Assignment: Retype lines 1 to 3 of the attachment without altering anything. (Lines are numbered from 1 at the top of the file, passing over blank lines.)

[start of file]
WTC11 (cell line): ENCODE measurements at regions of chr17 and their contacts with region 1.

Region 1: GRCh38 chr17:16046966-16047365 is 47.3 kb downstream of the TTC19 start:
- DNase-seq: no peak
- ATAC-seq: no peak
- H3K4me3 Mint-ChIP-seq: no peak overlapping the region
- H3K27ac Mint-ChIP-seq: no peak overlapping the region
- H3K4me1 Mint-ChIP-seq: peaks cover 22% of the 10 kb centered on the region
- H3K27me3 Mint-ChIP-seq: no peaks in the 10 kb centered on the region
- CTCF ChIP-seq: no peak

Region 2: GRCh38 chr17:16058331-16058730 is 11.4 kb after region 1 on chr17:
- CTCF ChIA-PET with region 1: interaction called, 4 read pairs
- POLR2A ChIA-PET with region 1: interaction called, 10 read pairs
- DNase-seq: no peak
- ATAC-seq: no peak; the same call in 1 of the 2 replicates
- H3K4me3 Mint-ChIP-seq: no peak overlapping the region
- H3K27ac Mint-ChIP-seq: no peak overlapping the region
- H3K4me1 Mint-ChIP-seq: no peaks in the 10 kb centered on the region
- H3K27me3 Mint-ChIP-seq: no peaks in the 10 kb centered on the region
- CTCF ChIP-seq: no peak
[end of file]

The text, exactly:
WTC11 (cell line): ENCODE measurements at regions of chr17 and their contacts with region 1.

Region 1: GRCh38 chr17:16046966-16047365 is 47.3 kb downstream of the TTC19 start:
- DNase-seq: no peak